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Transport in Vatican City

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Title: Transport in Vatican City  
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Transport in Vatican City

a strip of medieval housing to create the Via della Conciliazione leading into St. Peter's Square.

The transportation system in Vatican City, a country 1.05 km long and 0.85 km wide,[1] is a small transportation system with no airports or highways. There is no public transport in the country. A heliport and a short railway is used for special occasions only. Most visitors will walk from a nearby Italian bus or train stop, or car parking. Given an average walking speed of 3.6 km/h,[2] Vatican City can be crossed in 20 minutes or less. Thus, much of the infrastructure in the Vatican consists of St. Peter's Square itself, hallways and aisles in the basilica and surrounding buildings, and walkways behind and between the buildings.[1] The Vatican City Heliport is in the western corner of the city-state that is used for officials of the Holy See and official visitors.[3]


  • Air transport 1
  • Railway 2
  • Road vehicles 3
  • Vehicle fleet 4
  • See also 5
  • References 6
  • External links 7

Air transport

Vatican City heliport

Vatican City is served by Vatican City Heliport, sometimes used by official visitors. It does not have a public airport and visitors may use the two airports of Rome: Ciampino and Fiumicino.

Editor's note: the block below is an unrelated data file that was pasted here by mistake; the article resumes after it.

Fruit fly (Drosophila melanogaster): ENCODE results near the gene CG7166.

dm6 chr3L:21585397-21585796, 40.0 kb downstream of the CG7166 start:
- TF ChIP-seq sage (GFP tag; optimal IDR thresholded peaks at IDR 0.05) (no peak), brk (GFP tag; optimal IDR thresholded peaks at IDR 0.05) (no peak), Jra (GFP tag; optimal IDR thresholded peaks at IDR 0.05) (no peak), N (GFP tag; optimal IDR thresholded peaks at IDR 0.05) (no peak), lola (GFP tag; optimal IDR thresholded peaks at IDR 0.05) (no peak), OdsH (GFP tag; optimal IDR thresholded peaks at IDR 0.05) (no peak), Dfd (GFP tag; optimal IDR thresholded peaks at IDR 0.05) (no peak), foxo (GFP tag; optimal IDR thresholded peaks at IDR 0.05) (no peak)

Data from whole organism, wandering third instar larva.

There is a short 852 meter 1,435 mm (4 ft 8 12 in) (standard gauge) railway that connects to surrounding Italy's network at the Saint Peter's station in the capital of Rome. Vatican City railway station was designed by architect Giuseppe Momo and was constructed during the reign of Pope Pius XI after the conclusion of the Lateran Treaties and opened in 1933. The railway was originally planned to transport pilgrims, as was intended during the reign of Pius XI, but has only been rarely used to transport passengers. Pope John XXIII was the first to make use of the railway, and Pope John Paul II was known to have used it as well very rarely. The railway is mainly used only to transport freight. Rome Metro line A passes the country at Ottaviano and Cipro-Musei Vaticani metro stations. Both stops are a ten minute walk away from the city-state.[4]

Road vehicles

Pope John Paul II in a Popemobile in the Vatican City State, with Vatican registration SCV 1

Vehicle registration plates of official road vehicles registered in Vatican City use the prefix SCV followed by a series of digits while vehicle registration plates of residential road vehicles registered in Vatican City use the prefix CV followed by a series of digits. The international identification plate/sticker is V. The Pope's car carries the registration SCV 1 in red lettering. As there is more than one vehicle used to transport the Pope, multiple registered vehicles in Vatican City use the SCV 1 registration plate.

Vehicle fleet

In September 2012, the Pope received two electric Kangoo Maxi ZE. One is planned to stay at the Papal Palace of Castel Gandolfo, and the second one is to be used by the Corps of Gendarmerie of Vatican City.[5]

See also


  1. ^ a b Documentation
  2. ^ Walking speed
  3. ^ Vatican City Tiscali retrieved November 27, 2006
  4. ^ Vatican City State Railway Railways of the World retrieved August 8, 2006
  5. ^ Pope receives pair of electric cars from maker Renault

External links

  • Media related to at Wikimedia Commons

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